One of the most popular humanoid robots, the Einstein-mimicking Albert Hubo, can now boast of a new trick: teaching itself how to make realistic expressions!
“As far as we know, no other research group has used machine learning to teach a robot to make realistic facial expressions,” said researcher Tingfan Wu, the computer science Ph.D. student from the University of California San Diego Jacobs School of Engineering.
Automating the process of learning for a robot is an arduous task. Currently, Hubo has about 30 facial muscles, each moved by a tiny servo motor connected to the muscle by a string. A highly trained person must manually set up these kinds of realistic robots so that the servos pull in the right combinations to make specific face expressions.
To simplify this process, Wu’s team looked at the most basic of learning behaviours: babies! Developmental psychologists speculate that infants learn to control their bodies through systematic exploratory movements, including babbling to learn to speak. Initially, these movements appear to be random, as infants learn to control their bodies and reach for objects.
“We applied this same idea to the problem of a robot learning to make realistic facial expressions,” said co-researcher Javier Movellan.
Albert Hubo, the "Einstein robot", tries out a few facial expressions
To begin the learning process, the researchers directed the robot to twist and turn its face in all directions, a process called ‘body babbling’. During this period, Albert Hubo could see itself in a mirror and analyse its own expression using facial expression detection software created at UC San Diego called CERT (Computer Expression Recognition Toolbox). This provided the data necessary for machine learning algorithms to learn a mapping between facial expressions and the movements of the muscle motors.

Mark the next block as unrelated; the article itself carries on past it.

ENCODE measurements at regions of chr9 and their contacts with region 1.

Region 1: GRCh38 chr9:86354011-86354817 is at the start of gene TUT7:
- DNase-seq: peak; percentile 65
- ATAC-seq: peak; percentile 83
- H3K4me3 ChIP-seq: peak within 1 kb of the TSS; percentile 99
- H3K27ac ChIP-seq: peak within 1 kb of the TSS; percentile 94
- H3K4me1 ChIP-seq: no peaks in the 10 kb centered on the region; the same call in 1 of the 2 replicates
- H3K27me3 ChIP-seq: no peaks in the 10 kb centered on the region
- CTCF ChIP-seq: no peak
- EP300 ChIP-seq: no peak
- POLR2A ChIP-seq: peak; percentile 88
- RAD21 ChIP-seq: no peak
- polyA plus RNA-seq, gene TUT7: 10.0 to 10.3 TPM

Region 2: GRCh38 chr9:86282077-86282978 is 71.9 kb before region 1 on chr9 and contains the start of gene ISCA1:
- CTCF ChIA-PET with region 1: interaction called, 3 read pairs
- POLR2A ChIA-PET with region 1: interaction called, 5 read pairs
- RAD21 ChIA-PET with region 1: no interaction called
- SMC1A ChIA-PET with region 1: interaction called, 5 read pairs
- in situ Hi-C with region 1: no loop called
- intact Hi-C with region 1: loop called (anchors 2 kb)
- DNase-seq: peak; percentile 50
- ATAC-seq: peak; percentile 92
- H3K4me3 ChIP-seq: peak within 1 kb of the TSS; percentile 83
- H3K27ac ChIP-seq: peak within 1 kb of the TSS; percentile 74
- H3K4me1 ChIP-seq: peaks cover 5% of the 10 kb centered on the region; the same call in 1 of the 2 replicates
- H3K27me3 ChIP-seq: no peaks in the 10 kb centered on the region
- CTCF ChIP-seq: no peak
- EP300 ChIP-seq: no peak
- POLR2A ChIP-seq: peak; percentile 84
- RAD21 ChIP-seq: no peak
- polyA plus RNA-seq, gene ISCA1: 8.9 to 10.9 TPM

Once the robot learned the relationship between facial expressions and the muscle movements required to make them, it learned to make facial expressions it had never encountered.
For example, Hubo learned eyebrow narrowing, which requires the inner eyebrows to move together and the upper eyelids to close a bit to narrow the eye aperture.
The success aside, Wu and team acknowledge there is a lot of work still to be done, especially since some of the complex facial expressions are still awkward. The researchers think the ‘body babbling’ model may be too simple to describe the coupled interactions between facial muscles and skin.
While the primary goal of this work was to solve the engineering problem of how to approximate the appearance of human facial muscle movements with motors, the researchers say this kind of work could also lead to insights into how humans learn and develop facial expressions.
The research paper by the scientists can be found here.